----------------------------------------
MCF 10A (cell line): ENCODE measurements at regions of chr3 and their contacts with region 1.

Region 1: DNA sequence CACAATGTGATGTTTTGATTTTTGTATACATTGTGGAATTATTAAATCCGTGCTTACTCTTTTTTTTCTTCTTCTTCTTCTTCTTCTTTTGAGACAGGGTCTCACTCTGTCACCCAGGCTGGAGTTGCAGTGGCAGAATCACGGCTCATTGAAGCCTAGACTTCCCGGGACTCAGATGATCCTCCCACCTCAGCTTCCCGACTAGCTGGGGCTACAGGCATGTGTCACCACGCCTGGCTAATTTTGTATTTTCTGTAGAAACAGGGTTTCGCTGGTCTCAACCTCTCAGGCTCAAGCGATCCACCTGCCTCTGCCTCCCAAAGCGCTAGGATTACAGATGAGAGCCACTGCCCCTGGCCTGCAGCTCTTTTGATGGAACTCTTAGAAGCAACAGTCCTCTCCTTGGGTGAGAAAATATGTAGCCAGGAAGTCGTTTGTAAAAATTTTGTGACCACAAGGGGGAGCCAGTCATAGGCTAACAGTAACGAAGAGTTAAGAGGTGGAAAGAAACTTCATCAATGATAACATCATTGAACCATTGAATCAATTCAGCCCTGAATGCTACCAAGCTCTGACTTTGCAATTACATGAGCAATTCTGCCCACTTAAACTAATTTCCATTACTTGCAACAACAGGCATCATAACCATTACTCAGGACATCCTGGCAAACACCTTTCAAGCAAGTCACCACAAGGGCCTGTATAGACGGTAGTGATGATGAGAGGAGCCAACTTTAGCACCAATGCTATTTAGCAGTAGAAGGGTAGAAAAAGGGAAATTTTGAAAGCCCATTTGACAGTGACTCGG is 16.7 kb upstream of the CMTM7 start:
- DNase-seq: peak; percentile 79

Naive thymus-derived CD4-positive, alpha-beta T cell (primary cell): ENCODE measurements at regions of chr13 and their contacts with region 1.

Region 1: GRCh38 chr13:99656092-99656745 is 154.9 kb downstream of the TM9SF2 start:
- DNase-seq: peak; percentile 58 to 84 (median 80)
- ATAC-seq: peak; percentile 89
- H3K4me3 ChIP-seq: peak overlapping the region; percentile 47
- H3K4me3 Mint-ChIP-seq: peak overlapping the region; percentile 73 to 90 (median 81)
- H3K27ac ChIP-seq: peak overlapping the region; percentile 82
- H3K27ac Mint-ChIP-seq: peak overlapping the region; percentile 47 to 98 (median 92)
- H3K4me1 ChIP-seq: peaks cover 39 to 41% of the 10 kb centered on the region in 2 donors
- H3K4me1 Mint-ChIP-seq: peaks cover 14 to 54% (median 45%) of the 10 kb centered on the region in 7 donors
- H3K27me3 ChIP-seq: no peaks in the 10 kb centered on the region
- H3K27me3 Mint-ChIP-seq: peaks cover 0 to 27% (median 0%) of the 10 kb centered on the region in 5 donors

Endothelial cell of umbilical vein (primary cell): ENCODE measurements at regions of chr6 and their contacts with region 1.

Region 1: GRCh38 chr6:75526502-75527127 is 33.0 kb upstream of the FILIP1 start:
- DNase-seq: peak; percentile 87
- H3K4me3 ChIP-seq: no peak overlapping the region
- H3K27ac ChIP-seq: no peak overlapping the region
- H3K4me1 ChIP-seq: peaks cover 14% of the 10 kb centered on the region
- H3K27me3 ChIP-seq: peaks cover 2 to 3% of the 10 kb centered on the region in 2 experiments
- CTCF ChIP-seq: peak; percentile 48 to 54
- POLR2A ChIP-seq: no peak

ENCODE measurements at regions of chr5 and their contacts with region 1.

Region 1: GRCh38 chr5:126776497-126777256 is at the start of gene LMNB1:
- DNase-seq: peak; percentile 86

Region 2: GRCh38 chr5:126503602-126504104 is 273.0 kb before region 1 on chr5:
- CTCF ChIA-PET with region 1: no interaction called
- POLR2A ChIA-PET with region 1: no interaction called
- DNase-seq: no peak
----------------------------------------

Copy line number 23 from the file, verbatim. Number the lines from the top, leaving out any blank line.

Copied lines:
- CTCF ChIP-seq: peak; percentile 48 to 54